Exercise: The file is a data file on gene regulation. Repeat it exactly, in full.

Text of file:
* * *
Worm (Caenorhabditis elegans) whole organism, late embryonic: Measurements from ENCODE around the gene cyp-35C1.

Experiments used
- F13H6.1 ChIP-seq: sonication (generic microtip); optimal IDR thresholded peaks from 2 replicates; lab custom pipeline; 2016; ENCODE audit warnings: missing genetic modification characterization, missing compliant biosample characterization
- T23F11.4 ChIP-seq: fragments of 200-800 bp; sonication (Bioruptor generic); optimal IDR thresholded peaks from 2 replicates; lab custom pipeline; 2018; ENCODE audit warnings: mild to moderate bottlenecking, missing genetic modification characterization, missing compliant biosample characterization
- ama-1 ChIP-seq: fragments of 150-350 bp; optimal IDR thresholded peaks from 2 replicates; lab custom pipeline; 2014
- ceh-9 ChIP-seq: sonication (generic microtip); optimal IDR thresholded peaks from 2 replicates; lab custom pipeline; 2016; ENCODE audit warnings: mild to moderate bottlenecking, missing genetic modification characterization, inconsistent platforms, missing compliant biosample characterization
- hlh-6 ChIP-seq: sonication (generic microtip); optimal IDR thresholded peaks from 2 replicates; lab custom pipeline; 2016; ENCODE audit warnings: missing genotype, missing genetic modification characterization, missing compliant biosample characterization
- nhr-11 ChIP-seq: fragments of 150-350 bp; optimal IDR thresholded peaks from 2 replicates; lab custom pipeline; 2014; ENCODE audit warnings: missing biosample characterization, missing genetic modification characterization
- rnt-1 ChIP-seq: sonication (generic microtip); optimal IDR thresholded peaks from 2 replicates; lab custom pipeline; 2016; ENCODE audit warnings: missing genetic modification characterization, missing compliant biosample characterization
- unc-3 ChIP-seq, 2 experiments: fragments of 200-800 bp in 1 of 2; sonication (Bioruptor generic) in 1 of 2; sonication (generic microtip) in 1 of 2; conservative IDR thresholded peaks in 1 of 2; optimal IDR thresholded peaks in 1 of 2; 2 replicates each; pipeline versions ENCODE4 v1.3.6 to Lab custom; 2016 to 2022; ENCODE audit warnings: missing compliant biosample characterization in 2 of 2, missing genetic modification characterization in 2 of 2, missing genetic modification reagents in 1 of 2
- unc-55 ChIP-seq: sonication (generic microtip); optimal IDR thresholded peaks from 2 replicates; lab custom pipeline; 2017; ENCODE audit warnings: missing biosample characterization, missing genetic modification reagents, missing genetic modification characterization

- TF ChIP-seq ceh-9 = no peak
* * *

Worm (Caenorhabditis elegans) whole organism, late embryonic: Measurements from ENCODE around the gene cyp-35C1.

Experiments used
- F13H6.1 ChIP-seq: sonication (generic microtip); optimal IDR thresholded peaks from 2 replicates; lab custom pipeline; 2016; ENCODE audit warnings: missing genetic modification characterization, missing compliant biosample characterization
- T23F11.4 ChIP-seq: fragments of 200-800 bp; sonication (Bioruptor generic); optimal IDR thresholded peaks from 2 replicates; lab custom pipeline; 2018; ENCODE audit warnings: mild to moderate bottlenecking, missing genetic modification characterization, missing compliant biosample characterization
- ama-1 ChIP-seq: fragments of 150-350 bp; optimal IDR thresholded peaks from 2 replicates; lab custom pipeline; 2014
- ceh-9 ChIP-seq: sonication (generic microtip); optimal IDR thresholded peaks from 2 replicates; lab custom pipeline; 2016; ENCODE audit warnings: mild to moderate bottlenecking, missing genetic modification characterization, inconsistent platforms, missing compliant biosample characterization
- hlh-6 ChIP-seq: sonication (generic microtip); optimal IDR thresholded peaks from 2 replicates; lab custom pipeline; 2016; ENCODE audit warnings: missing genotype, missing genetic modification characterization, missing compliant biosample characterization
- nhr-11 ChIP-seq: fragments of 150-350 bp; optimal IDR thresholded peaks from 2 replicates; lab custom pipeline; 2014; ENCODE audit warnings: missing biosample characterization, missing genetic modification characterization
- rnt-1 ChIP-seq: sonication (generic microtip); optimal IDR thresholded peaks from 2 replicates; lab custom pipeline; 2016; ENCODE audit warnings: missing genetic modification characterization, missing compliant biosample characterization
- unc-3 ChIP-seq, 2 experiments: fragments of 200-800 bp in 1 of 2; sonication (Bioruptor generic) in 1 of 2; sonication (generic microtip) in 1 of 2; conservative IDR thresholded peaks in 1 of 2; optimal IDR thresholded peaks in 1 of 2; 2 replicates each; pipeline versions ENCODE4 v1.3.6 to Lab custom; 2016 to 2022; ENCODE audit warnings: missing compliant biosample characterization in 2 of 2, missing genetic modification characterization in 2 of 2, missing genetic modification reagents in 1 of 2
- unc-55 ChIP-seq: sonication (generic microtip); optimal IDR thresholded peaks from 2 replicates; lab custom pipeline; 2017; ENCODE audit warnings: missing biosample characterization, missing genetic modification reagents, missing genetic modification characterization

- TF ChIP-seq ceh-9 = no peak